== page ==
Bayesian inference for the Brown–Resnick process, with an application to extreme low temperatures
Models for spatial extremes must account appropriately for asymptotic dependence, and this motivates the use of max-stable processes, which are the only non-trivial limits of properly rescaled pointwise maxima of random functions. The Brown–Resnick max-stable process has proven to be well-suited for modeling extremes of complex environmental processes, but in many applications its likelihood function is unobtainable and inference must be based on a composite likelihood, thereby preventing the use of classical Bayesian techniques. In this paper we exploit a case in which the full likelihood of a Brown–Resnick process can be calculated, using componentwise maxima and their partitions in terms of individual events, and we propose two new approaches to inference. The first estimates the partition using declustering, while the second uses the partition in a Markov chain Monte Carlo algorithm. We use these approaches to construct a Bayesian hierarchical max-stable model that can model complex spatial patterns in the marginal distributions of extremes and can describe their joint extremal dependence appropriately. We use this to model extreme low temperatures in northern Fennoscandia, in order to consider the likely effects of climate change on the risk of forest damage caused by outbreaks of pest insect populations.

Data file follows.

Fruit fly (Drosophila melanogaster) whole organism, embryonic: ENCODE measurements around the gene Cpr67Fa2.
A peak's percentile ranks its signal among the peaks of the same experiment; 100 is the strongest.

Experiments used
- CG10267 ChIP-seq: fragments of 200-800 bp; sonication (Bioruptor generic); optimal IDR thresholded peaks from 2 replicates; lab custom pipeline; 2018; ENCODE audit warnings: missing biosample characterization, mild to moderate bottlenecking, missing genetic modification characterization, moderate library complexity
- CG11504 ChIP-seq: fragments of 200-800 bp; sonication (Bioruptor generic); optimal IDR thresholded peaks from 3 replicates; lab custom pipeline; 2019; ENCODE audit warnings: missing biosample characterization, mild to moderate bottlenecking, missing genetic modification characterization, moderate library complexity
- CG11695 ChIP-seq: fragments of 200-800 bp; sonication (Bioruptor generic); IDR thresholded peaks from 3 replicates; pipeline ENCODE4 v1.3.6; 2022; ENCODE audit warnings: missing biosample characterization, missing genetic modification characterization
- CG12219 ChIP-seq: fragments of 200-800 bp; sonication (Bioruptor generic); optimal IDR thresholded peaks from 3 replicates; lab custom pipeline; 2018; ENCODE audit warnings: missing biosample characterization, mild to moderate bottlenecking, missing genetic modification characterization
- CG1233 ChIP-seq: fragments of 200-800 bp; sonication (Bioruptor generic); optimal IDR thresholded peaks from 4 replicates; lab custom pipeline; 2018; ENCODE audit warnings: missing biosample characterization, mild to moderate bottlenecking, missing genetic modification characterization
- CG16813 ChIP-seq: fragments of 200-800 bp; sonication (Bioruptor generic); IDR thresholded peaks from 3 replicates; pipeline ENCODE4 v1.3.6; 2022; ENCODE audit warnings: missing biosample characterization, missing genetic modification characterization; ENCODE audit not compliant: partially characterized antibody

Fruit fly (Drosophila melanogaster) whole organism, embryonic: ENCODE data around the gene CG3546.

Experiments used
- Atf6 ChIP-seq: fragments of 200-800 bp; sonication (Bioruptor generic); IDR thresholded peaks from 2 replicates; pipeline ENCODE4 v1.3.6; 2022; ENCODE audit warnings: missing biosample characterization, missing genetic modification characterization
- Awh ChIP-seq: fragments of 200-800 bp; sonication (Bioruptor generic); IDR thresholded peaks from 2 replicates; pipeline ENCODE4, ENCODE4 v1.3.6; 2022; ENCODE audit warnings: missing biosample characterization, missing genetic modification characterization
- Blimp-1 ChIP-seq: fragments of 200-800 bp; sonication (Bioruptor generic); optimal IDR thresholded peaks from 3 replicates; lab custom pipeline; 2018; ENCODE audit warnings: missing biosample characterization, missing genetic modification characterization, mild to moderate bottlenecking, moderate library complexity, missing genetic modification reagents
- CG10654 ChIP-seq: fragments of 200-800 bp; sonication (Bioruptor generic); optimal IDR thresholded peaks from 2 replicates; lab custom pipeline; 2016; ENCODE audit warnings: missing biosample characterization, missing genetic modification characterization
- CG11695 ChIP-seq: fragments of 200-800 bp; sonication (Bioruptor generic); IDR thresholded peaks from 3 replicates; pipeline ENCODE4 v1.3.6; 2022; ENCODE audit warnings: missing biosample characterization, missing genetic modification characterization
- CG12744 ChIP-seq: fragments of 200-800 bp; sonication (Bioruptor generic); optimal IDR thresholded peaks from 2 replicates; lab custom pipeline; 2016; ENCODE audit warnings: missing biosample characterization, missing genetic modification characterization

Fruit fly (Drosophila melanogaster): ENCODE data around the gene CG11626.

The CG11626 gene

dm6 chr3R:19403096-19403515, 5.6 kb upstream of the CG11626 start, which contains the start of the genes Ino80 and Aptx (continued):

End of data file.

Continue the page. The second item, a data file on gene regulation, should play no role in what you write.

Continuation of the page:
Reference: Thibaud, E., Aalto, J., Cooley, D. S., Davison, A. C. & Heikkinen, J. 2015. Bayesian inference for the Brown–Resnick process, with an application to extreme low temperatures. arXiv preprint arXiv:1506.07836.